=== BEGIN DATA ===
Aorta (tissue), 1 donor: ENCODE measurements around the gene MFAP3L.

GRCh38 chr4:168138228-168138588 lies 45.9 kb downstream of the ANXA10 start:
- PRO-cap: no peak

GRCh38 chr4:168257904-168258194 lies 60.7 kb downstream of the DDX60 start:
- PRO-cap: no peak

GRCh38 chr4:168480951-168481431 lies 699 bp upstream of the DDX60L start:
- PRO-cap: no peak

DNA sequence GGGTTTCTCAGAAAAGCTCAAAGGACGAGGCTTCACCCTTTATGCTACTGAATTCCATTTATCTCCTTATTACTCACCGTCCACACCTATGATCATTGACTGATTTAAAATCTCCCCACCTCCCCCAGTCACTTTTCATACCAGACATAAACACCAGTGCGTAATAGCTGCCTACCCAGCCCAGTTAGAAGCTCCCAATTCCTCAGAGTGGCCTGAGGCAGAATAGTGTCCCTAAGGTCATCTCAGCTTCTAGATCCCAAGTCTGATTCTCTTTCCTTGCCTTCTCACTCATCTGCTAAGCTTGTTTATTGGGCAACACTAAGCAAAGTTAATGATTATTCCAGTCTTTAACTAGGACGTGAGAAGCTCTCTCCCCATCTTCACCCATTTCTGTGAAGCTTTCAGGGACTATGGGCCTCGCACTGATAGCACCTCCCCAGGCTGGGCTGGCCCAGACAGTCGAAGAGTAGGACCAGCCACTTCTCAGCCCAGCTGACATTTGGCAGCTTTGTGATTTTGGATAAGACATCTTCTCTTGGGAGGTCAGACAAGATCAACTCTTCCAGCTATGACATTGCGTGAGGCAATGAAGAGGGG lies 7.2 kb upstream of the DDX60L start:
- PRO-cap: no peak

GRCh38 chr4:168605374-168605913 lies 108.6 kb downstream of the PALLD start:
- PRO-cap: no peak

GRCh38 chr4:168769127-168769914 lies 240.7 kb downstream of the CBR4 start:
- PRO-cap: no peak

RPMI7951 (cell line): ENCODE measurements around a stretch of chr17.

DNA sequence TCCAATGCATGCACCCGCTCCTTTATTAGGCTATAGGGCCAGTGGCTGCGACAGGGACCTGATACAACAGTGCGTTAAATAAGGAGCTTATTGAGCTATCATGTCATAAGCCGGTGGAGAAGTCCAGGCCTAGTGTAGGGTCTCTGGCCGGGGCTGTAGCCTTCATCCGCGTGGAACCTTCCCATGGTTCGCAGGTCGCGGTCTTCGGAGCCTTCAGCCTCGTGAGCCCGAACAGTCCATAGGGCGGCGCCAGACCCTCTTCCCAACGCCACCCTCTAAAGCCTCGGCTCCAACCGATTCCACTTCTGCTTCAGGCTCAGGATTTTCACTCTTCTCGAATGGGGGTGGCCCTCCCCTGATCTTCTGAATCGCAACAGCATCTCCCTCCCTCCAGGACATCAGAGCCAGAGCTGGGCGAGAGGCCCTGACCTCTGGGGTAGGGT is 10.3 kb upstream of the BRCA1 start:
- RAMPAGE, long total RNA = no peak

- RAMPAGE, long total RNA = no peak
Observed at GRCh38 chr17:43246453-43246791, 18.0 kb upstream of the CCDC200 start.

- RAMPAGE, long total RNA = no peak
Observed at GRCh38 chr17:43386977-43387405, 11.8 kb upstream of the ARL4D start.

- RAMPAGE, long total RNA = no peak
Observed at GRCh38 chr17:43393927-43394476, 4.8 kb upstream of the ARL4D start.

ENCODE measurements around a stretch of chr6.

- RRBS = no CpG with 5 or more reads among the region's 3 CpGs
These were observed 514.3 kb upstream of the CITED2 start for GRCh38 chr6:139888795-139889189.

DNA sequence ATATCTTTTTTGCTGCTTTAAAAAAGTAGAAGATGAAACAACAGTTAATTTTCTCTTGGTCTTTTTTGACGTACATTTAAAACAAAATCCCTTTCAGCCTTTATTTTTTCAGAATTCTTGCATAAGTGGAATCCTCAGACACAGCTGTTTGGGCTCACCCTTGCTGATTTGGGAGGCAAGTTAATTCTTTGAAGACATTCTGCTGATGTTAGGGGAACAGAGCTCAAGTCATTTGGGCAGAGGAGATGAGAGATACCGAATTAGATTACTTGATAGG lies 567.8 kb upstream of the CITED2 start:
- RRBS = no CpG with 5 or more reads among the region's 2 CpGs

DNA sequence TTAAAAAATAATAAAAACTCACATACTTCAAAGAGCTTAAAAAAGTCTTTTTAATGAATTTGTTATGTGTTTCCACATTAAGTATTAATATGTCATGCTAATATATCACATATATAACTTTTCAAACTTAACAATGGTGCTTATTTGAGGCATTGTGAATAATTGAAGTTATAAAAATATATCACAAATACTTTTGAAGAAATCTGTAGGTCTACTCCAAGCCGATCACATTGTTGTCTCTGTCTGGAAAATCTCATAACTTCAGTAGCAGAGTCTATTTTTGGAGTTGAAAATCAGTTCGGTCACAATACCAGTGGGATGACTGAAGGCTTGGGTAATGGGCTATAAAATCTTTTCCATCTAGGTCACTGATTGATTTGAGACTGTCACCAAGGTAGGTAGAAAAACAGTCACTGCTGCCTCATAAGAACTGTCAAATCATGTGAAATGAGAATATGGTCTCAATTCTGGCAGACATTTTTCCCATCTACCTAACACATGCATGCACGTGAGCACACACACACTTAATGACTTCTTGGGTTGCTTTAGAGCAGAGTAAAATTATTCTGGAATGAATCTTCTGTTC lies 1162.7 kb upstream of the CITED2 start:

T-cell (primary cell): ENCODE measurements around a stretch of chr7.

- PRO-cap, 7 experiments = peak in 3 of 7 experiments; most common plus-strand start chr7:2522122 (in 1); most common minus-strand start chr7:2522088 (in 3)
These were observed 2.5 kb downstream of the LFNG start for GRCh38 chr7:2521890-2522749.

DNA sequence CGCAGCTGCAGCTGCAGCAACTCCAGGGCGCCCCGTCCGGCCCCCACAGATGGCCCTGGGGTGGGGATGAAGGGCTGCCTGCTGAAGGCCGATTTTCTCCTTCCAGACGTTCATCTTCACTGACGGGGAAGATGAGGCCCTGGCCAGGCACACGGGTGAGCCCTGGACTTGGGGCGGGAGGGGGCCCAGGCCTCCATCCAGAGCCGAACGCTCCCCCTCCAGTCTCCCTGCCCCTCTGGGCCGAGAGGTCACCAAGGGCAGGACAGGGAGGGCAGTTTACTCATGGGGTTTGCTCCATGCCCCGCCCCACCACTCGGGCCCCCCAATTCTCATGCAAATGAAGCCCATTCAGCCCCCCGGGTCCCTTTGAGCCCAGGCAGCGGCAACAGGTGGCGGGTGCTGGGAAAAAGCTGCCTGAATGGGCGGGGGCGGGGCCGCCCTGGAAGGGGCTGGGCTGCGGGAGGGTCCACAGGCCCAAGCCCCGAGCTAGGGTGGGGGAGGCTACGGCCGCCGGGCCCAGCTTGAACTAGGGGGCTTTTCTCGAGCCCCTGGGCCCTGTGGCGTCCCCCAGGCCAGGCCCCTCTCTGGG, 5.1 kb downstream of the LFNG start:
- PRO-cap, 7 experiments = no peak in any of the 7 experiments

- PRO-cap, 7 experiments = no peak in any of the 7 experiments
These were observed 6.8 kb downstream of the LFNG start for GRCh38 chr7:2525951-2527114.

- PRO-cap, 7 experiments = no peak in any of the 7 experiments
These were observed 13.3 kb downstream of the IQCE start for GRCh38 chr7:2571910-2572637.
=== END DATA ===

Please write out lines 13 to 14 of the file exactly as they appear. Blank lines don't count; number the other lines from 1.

- PRO-cap: no peak

RPMI7951 (cell line): ENCODE measurements around a stretch of chr17.